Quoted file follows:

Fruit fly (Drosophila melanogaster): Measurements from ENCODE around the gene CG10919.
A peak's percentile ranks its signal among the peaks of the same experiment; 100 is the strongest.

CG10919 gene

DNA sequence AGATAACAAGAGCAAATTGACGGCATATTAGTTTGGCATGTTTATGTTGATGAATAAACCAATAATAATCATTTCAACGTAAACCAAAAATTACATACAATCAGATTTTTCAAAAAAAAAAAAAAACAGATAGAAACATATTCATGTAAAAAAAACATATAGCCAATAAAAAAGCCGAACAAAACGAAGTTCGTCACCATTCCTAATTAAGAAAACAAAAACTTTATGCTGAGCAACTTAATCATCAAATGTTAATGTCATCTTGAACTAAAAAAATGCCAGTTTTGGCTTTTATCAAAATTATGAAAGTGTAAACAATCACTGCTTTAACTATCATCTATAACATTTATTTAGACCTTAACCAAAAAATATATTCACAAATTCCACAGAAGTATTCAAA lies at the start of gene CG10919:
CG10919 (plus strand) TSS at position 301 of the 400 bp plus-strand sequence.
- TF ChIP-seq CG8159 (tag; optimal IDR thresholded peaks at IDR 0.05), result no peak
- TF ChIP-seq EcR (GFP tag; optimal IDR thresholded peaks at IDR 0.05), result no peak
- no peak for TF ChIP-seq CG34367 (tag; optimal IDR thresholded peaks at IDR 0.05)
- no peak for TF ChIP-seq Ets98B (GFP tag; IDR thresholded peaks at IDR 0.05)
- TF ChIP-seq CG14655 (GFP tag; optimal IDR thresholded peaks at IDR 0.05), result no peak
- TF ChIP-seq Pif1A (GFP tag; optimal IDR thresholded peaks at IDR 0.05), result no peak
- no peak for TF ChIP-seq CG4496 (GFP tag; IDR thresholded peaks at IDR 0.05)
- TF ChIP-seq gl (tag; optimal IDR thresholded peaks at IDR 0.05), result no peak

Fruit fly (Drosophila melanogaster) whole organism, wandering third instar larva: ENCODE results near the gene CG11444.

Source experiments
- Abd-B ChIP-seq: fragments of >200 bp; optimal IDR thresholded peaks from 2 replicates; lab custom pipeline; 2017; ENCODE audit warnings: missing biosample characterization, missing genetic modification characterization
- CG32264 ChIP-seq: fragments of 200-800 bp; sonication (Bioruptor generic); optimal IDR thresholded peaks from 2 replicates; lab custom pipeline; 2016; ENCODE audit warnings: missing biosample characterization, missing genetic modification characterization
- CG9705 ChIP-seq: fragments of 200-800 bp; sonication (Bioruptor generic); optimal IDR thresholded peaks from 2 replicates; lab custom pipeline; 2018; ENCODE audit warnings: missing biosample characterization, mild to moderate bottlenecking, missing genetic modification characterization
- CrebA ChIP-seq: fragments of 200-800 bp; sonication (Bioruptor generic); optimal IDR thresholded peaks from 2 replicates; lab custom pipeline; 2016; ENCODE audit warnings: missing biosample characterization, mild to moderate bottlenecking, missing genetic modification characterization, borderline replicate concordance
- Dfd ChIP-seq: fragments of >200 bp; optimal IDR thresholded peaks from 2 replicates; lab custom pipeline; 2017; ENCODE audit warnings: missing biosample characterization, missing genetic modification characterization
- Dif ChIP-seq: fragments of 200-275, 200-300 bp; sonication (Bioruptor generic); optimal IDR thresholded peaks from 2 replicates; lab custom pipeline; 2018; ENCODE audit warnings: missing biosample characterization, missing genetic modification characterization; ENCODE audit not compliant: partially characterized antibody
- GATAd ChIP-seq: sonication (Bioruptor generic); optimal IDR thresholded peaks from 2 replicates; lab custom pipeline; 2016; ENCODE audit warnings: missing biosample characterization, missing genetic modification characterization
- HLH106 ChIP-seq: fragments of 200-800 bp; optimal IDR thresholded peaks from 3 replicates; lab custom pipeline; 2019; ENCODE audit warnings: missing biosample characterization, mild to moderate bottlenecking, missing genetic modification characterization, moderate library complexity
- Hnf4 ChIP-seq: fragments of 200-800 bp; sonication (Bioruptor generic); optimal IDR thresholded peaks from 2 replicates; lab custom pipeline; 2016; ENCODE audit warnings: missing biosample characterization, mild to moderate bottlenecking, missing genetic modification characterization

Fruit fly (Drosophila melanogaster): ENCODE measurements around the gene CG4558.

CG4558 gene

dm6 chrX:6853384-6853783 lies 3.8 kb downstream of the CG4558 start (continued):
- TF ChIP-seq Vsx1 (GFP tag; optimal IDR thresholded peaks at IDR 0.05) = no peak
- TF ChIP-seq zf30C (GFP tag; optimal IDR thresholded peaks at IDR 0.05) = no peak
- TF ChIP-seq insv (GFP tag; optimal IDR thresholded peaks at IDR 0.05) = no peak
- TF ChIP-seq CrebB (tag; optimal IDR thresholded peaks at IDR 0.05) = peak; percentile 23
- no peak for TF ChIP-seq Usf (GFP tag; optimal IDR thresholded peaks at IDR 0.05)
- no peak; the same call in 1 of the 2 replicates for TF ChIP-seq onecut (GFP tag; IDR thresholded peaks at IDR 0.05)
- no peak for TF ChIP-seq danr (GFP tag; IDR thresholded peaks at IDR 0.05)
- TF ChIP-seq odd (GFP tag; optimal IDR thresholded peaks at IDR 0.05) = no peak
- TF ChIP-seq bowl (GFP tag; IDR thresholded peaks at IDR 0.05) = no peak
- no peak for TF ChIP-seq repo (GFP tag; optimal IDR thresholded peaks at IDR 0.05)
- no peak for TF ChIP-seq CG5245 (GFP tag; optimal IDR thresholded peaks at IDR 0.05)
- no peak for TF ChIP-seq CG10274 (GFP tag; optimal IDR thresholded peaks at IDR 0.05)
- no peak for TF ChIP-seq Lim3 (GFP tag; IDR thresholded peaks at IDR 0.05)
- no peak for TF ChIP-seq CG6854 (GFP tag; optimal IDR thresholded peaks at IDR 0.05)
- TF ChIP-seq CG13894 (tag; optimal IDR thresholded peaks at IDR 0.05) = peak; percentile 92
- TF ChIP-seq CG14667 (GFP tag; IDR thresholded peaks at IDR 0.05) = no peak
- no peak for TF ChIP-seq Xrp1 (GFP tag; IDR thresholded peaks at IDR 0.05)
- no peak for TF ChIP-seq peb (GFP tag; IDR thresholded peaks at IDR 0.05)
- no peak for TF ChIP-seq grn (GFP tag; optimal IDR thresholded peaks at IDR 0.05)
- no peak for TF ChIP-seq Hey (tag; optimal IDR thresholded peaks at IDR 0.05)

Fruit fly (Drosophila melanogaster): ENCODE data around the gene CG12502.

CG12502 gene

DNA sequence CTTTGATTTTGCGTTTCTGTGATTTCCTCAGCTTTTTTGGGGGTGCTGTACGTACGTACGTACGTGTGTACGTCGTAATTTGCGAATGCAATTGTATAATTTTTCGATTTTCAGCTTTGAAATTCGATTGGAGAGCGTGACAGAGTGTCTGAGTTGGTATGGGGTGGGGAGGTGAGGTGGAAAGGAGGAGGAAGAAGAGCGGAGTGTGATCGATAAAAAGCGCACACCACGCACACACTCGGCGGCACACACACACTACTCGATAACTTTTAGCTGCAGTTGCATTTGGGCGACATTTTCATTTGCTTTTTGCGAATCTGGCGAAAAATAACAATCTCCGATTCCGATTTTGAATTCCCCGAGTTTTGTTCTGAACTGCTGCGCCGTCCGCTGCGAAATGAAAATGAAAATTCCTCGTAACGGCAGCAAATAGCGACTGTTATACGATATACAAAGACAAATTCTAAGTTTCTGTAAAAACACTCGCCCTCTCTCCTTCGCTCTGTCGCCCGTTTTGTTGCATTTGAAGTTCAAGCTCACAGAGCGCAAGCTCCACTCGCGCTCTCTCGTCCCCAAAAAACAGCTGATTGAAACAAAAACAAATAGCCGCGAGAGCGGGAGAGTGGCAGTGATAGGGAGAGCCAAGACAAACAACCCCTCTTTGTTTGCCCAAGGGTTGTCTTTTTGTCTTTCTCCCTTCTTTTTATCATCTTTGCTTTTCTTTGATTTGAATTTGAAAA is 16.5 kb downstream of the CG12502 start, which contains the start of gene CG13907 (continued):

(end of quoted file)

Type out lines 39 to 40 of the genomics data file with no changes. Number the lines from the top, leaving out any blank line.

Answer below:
- no peak for TF ChIP-seq CG10274 (GFP tag; optimal IDR thresholded peaks at IDR 0.05)
- no peak for TF ChIP-seq Lim3 (GFP tag; IDR thresholded peaks at IDR 0.05)